The bottom bracket shell measured 68mm, so “if” I had any old bike stuff in the basement, I’d be set to jet. I did not. I don’t even have a basement. I did find a new 73mm crankset and guessed that two, drive side 2.5mm spacers would make for a decent chain line. I don’t know if yinzers know anything about chain lines and bb spacing but it used to be a hot topic and getting it right was something to be proud of: I feel good about myself. Ask me about it sometime, but don’t nerd out on numbers too hard, yah feel me? Don’t chill my mellow.
The wheelset is also wacky. Not a lot of 650b stuff out there, and even less carries a Derby-rating. I needed a 15mm front // 135mm QR rear. Flotsam and jetsam all the way, and completely cutting Craigslist out of the question. ‘Spent a solid Saturday morning making moves, wheelin’, and dealin’, but things came together, and this SRAM hodgepodge seems sturdy and pretty fast. My favorite luddite gave me a thumbs down on the 24 spoke-count, but I don’t think it’ll ever take a truing wrench. I think it’ll last forever. Don’t tell the anyone at SRAM I said this, but when it comes to rim jobs, I like the way they move.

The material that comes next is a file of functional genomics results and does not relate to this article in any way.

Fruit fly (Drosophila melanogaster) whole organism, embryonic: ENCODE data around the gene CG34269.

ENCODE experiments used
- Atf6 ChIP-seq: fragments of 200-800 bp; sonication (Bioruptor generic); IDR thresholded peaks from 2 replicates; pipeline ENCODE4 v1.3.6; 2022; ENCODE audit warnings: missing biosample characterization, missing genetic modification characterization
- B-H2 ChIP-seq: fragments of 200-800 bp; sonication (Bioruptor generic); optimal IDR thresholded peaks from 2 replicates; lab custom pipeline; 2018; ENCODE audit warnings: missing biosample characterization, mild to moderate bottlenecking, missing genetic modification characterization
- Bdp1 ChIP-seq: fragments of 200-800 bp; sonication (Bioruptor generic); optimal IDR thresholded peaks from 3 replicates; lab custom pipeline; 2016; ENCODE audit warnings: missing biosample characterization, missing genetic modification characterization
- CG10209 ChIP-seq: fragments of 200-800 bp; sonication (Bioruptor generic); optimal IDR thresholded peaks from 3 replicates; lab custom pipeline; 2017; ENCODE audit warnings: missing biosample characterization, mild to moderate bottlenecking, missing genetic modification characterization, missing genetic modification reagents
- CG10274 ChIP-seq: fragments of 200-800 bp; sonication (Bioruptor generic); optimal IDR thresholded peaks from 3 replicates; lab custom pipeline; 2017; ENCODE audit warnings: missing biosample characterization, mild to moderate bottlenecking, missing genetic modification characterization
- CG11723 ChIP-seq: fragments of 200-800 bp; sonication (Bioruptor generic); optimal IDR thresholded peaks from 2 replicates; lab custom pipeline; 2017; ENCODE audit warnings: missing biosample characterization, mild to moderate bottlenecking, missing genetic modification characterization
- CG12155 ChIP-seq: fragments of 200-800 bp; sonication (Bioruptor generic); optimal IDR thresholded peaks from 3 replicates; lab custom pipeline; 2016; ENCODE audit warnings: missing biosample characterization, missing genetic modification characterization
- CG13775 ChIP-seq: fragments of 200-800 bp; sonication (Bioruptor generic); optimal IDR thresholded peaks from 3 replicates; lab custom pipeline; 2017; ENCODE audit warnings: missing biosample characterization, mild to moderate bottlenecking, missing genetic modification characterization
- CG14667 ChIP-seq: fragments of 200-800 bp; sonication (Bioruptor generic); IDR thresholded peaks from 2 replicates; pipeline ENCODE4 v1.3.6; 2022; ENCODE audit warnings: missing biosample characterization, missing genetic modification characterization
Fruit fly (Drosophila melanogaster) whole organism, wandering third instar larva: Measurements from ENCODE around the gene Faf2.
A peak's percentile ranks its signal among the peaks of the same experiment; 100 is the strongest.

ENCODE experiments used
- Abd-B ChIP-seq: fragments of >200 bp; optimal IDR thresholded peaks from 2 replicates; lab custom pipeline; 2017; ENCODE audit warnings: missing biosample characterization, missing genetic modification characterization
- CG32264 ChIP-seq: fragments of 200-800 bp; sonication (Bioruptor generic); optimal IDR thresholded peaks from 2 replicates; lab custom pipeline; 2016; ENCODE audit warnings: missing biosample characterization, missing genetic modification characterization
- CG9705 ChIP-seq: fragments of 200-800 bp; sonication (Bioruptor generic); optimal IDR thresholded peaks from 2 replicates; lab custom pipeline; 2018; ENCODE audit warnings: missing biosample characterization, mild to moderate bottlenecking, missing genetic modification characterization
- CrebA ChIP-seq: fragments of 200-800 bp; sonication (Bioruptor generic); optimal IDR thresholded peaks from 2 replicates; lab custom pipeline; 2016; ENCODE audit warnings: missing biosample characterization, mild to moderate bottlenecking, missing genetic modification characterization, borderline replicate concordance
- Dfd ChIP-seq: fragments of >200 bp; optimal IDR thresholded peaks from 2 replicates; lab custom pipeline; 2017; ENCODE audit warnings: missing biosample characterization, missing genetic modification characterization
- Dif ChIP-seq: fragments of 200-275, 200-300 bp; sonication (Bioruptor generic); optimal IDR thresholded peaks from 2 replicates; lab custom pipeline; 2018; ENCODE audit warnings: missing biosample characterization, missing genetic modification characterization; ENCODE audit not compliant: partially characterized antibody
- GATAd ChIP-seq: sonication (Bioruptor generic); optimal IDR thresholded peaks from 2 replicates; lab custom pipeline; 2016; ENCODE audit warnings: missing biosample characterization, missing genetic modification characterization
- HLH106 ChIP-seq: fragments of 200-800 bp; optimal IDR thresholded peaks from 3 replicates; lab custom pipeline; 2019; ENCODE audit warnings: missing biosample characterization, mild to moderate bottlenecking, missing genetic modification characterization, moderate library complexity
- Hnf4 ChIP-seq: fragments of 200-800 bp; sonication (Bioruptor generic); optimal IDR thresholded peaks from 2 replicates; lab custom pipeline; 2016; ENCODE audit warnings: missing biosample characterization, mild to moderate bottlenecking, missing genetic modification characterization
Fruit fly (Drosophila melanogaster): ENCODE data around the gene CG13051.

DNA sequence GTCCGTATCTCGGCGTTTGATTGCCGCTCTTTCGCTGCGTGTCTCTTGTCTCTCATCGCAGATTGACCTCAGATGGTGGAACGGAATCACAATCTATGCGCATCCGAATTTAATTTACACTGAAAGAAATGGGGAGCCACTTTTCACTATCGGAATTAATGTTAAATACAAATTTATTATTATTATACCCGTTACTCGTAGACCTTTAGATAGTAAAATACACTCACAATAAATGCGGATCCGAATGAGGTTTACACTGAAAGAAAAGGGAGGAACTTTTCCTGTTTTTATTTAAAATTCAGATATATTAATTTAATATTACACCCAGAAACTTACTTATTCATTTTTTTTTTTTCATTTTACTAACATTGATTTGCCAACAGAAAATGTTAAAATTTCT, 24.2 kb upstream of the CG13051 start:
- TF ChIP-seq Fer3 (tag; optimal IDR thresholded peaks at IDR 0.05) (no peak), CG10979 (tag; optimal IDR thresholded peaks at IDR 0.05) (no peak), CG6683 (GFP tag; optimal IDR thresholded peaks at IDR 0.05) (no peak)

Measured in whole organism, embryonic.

All of the tire reviews for gravel tires said Brand Y, Model Z was really nice. It’s not very helpful to have everything rated 4/5 stars. I just guessed on these 47c WTB Byways. I’d used 38c Surly Knards on a previous 650b Straggler, and they didn’t have quite enough Rambo to get me through an impromptu trail-ride; I knew I wanted a little more under the hood. The 47c Byways seemed like something that’d look good under the fenders of a 4wd Eagle sedan, but you don’t know until you try. At 45psi, they do the job on both pavement and singletrack. 30 pounds is risky, and 60 would work if you’re paranoid. Personally, I like to party. At 45 pounds, I’m pretty sure I can do what I want and with an attitude like that, you know I deserve a fist full of black eyes, so bring it.